2014 World Champion Nigel Lamb retired from the Red Bull Air Race at the end of the 2016 season, but after 64 races to his name he still has a vested interest in this years championship.
He was watching the season opener in Abu Dhabi with an expert eye and has compiled his thoughts on the Master Class pilots of the 2017 season. Lamb says: "Each race is, of course, just one battle in the long campaign of a race season so it's hard to predict the outcome, but it's worth having a shot and seeing how things turn out by the last race in Indianapolis. There are many more pilots likely to win races than to be 14th, so my predictions here are weighted more towards winning than losing."
Lamb has split the pilots into four groups: The 'veterans', the 'mature', the 'seasoned' and the 'new'. The first two groups have experience both from the early days of racing when engine power and weight could give a huge advantage and also from 2014 when the regulations have controlled both power and weight. The second two groups are the pilots that have been involved in the Red Bull Air Race since 2014 and began their careers in the Challenger Class.
In part one, of this four part series, Lamb gives us his inside track on the veterans...
He won't like the fact that he is now the oldest pilot, but with that comes invaluable experience. He is twice a World Champion and was never outside the top four in his first eight seasons. Kirby is hugely talented and flies in a very aggressive style, but will be very unhappy to have had little success ever since the power/weight regulations changed. He has more podiums than anyone else; his team is the most experienced and includes Paulo Iscold who led Paul Bonhomme to many podiums. Kirby's early pull in a gate in Abu Dhabi highlights the small margin between perfection and a penalty, and he has many races to catch up... if he can find the right style and rhythm and avoid penalties, he is definitely one to watch.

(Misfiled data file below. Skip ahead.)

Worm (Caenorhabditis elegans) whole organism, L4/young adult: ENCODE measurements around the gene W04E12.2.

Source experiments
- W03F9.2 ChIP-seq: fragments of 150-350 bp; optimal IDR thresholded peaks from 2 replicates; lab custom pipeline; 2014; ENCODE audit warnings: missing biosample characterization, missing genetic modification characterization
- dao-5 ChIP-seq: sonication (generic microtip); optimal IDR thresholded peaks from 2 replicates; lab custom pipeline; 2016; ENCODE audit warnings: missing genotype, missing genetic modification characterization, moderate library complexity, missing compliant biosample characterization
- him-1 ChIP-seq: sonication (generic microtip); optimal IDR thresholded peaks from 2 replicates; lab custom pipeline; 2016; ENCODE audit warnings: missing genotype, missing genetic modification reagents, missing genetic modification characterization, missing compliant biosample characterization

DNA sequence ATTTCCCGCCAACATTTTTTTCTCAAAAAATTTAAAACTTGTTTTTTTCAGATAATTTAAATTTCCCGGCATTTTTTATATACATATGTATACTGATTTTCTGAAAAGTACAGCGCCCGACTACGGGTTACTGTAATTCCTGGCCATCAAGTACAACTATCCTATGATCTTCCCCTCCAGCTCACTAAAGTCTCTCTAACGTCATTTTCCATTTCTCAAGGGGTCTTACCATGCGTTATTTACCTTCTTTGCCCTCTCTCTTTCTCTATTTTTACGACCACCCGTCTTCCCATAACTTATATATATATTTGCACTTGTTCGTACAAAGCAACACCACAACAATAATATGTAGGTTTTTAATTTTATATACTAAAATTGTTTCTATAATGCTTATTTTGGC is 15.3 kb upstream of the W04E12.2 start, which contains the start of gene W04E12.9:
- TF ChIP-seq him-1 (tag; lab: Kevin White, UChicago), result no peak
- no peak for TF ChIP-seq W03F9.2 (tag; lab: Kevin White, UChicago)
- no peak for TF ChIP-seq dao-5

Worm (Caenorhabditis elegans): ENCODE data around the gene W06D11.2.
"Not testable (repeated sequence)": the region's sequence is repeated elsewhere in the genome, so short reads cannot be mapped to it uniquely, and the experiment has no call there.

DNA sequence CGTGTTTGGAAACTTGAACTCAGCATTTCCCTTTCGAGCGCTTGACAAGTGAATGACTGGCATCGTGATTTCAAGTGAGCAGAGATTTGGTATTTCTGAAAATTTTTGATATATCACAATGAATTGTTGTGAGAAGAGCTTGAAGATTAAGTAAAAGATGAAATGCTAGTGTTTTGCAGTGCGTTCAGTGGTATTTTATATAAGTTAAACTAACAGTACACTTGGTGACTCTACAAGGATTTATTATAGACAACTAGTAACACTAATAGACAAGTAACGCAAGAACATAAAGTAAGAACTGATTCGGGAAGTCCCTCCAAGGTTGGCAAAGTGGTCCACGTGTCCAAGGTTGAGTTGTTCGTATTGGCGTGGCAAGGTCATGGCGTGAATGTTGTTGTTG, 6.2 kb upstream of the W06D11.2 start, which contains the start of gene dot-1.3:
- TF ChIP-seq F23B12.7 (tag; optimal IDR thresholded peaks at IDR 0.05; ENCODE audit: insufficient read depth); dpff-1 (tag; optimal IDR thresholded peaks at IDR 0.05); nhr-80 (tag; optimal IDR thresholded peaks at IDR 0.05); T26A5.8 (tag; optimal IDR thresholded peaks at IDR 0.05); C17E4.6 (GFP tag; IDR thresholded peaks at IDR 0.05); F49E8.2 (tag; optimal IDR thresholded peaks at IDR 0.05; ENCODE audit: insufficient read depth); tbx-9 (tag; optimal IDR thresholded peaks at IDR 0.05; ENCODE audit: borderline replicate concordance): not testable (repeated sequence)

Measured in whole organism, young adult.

2017 prediction: 3 - 7
He's just like the French rugby team... you never know which Nicolas Ivanoff is going to turn up! He has enormous talent and when he's 'hot' he's virtually unbeatable (the master of taking gates at extreme angles) but, most of the time his mind seems elsewhere and he's mid-field. His record is interesting; nine podiums of which five are wins! It seems like when he decides to get on the podium, he goes to the top. So, I'd say that Nico's biggest threat is himself, fifth place after Abu Dhabi is where I was in 2014, the year I managed to win the Championship so, if he has a track analyst at every remaining race and gets himself into the right mood every time, Nicolas could well be the 2017 World Champion.
2017 prediction: 1 - 6
Mike and I both joined full-time in 2006 and his first win came in Budapest 2009, two race seasons before mine. Apart from this win and a silver in 2007, the podium has eluded Mike and I have no idea why. He has more aerobatic handling talent than I ever had; he is the consummate professional and surrounds himself with a great team. The record books don't show this because the race was eventually cancelled, but in the last race of 2016, Mike put in a phenomenal time in the turbulent track (as tough as it can get) in Las Vegas so we know he has the skill and the pace. If he can find a way to consistently replicate "LV 2016", then 2017 could be his to win. Mike will be very disappointed to have lost in the Round of 8 in Abu Dhabi by 8/1000 sec but he's still in good shape for the season.
2017 prediction: 2 - 6
Don't forget to comeback next week when we'll be looking at the 'mature' group of the Red Bull Air Race that includes the class of '09 (Matt Hall, Matthias Dolderer, Yoshihide Muroya and Pete McLeod) and Martin Sonka, who joined in 2010.